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How We Arrived At An Insurrection — And Where We Go From Here

Blink O'fanaye
Flickr / https://www.flickr.com/photos/blinkofanaye/50811723122/

Tuesday, Jan. 12, 2021

Last week, a rioting mob of President Trump's supporters stormed the U.S. Capitol in an attempt to overturn the results of the presidential election. Five people were killed, including a Capitol Police officer.

While shocking, many experts consider the event a natural result of months of provocation.

As the results of the November election rolled in, Trump wrongfully claimed that he won. Just before the riot on Wednesday, Trump told his supporters “we’re going to walk down to the Capitol… You have to be strong.” Later that day, he posted a video, saying, “This was a fraudulent election, but we can't play into the hands of these people… So go home. We love you. You're very special."

One political goal of the riot was to overturn the electoral vote count taking place that day. While the insurrection ultimately failed, 147 Republican lawmakers still supported at least one objection to the electoral count. Seven of North Carolina’s Republican U.S. House members objected at least once.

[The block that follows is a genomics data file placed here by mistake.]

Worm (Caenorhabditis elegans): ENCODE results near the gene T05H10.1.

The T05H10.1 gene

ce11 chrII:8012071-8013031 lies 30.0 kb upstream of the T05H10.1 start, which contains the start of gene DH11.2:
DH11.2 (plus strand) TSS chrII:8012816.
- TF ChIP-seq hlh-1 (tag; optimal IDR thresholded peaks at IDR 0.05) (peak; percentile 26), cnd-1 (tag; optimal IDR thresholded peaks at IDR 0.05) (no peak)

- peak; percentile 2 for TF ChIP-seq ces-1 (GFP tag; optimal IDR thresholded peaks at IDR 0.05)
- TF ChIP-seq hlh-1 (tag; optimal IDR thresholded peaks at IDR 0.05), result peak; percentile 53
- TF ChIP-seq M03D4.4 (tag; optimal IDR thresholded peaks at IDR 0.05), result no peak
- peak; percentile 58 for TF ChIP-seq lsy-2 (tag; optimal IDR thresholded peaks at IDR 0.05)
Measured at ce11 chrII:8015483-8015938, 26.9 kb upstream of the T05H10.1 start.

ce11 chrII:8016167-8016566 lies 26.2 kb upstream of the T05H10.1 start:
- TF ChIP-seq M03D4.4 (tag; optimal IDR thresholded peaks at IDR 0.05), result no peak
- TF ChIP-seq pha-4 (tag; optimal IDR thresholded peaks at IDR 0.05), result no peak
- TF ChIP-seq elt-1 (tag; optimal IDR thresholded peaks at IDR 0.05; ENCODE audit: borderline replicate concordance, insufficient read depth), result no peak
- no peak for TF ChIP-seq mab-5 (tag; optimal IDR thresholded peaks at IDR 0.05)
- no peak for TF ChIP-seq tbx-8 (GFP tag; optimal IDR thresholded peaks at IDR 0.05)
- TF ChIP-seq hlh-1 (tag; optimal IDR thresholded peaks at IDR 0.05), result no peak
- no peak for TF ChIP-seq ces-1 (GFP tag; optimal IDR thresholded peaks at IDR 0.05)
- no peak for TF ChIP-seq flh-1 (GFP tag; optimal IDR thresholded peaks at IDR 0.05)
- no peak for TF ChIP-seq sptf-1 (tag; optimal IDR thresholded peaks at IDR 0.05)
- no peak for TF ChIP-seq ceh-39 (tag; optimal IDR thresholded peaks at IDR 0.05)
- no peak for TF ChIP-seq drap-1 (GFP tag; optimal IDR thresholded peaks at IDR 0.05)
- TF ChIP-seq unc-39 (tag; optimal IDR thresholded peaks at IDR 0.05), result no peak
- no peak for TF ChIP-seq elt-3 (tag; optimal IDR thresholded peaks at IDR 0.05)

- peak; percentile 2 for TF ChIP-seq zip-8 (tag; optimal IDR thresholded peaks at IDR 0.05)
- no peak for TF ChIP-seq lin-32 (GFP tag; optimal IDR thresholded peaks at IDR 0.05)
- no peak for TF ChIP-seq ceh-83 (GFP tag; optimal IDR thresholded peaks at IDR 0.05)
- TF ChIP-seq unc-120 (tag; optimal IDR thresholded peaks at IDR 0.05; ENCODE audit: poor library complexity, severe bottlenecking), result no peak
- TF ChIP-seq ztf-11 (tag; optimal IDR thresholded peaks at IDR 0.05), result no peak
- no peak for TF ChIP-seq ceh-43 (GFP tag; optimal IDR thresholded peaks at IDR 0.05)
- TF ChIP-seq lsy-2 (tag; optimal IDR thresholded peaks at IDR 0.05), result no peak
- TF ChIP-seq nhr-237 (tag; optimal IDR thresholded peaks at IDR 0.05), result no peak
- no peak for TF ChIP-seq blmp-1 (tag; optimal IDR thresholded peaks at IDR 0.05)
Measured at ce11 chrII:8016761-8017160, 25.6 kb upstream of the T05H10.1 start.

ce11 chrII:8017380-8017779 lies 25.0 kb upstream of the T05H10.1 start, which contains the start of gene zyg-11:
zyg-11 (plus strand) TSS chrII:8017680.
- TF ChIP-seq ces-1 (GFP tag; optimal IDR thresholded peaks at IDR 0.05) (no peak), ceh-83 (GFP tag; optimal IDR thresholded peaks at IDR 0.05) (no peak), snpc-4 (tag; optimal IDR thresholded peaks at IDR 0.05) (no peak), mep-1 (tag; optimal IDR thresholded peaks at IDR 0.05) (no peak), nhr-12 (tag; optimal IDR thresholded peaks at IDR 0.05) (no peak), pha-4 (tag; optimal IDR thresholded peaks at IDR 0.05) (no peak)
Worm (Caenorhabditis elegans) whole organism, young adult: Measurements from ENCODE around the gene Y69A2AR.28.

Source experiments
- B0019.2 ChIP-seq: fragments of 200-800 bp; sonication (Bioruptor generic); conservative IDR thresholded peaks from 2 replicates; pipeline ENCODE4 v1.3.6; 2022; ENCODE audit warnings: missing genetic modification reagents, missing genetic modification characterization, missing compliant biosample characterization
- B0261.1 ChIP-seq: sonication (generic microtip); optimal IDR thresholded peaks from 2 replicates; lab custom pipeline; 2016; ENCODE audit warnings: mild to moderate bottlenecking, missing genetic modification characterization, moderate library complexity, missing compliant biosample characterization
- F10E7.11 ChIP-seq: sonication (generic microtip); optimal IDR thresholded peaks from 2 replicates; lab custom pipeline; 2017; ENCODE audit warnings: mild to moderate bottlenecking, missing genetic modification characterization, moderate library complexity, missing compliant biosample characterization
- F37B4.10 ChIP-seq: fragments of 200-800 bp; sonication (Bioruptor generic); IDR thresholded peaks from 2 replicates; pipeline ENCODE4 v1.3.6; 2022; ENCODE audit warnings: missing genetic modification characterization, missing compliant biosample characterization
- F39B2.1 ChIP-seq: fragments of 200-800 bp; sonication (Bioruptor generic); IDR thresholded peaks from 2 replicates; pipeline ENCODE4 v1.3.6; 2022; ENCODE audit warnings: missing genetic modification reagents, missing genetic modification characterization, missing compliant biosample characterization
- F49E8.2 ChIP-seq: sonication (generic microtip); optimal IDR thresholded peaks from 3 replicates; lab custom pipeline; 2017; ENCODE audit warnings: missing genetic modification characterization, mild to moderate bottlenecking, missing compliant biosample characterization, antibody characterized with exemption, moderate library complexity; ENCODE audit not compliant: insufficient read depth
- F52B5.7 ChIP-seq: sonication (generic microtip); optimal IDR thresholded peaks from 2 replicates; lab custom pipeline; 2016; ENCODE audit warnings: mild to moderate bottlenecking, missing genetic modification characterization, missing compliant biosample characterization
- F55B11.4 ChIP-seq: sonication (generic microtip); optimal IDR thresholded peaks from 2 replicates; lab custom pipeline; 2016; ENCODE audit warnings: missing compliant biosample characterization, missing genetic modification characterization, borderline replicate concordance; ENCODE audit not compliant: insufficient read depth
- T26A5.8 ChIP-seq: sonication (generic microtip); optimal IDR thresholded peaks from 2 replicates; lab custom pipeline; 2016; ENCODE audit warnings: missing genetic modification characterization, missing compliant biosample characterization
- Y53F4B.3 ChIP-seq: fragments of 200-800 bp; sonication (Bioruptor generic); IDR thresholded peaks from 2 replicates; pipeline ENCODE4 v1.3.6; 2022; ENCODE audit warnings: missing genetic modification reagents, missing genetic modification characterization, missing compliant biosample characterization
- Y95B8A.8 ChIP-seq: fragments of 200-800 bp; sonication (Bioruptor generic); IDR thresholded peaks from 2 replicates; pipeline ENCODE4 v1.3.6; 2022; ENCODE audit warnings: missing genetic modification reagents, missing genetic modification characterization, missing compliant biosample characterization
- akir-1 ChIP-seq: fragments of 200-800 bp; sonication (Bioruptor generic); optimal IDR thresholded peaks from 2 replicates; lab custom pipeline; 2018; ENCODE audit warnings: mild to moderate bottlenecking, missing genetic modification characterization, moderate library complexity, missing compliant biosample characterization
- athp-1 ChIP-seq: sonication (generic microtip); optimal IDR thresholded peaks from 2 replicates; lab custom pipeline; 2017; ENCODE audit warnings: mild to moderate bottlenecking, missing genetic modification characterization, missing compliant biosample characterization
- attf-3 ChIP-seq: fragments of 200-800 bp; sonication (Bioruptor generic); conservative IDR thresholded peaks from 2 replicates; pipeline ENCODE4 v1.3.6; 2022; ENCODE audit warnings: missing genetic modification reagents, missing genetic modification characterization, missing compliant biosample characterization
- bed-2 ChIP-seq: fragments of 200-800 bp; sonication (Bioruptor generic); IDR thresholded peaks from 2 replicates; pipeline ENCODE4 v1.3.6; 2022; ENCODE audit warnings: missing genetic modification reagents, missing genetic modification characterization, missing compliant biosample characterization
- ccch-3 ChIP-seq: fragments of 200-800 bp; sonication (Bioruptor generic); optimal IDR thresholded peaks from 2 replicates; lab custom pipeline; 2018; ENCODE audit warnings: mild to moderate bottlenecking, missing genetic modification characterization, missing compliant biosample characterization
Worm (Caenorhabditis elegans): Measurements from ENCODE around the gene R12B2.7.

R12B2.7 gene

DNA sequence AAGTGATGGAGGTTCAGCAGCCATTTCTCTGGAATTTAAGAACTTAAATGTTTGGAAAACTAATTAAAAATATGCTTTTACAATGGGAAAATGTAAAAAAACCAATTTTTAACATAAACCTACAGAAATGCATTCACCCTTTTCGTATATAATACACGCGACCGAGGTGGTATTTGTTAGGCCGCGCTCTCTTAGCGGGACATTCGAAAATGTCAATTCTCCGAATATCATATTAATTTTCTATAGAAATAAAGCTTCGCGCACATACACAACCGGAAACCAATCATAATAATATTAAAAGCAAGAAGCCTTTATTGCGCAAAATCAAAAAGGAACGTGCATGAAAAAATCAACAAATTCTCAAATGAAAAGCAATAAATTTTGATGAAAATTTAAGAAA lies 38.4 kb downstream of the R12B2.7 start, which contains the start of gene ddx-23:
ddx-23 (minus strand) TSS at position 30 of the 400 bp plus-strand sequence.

As the final days of Trump’s presidency are upon us, we ask where the state, and nation, goes from here.


U.S. Rep. Alma Adams, 12th Congressional District of North Carolina

Cynthia Miller-Idriss, professor of education and sociology at American University, director of research at Polarization and Extremism Research & Innovation Lab (PERIL) and author of "Hate in the Homeland: The New Global Far Right"

Chris Cooper, Western Carolina University, head of the Department of Political Science and Public Affairs

Jesse Steinmetz is Assistant Producer of Charlotte Talks with Mike Collins. Before joining WFAE in 2019, he was an intern at WNPR in Hartford, Connecticut and hosted a show at Eastern Connecticut State University.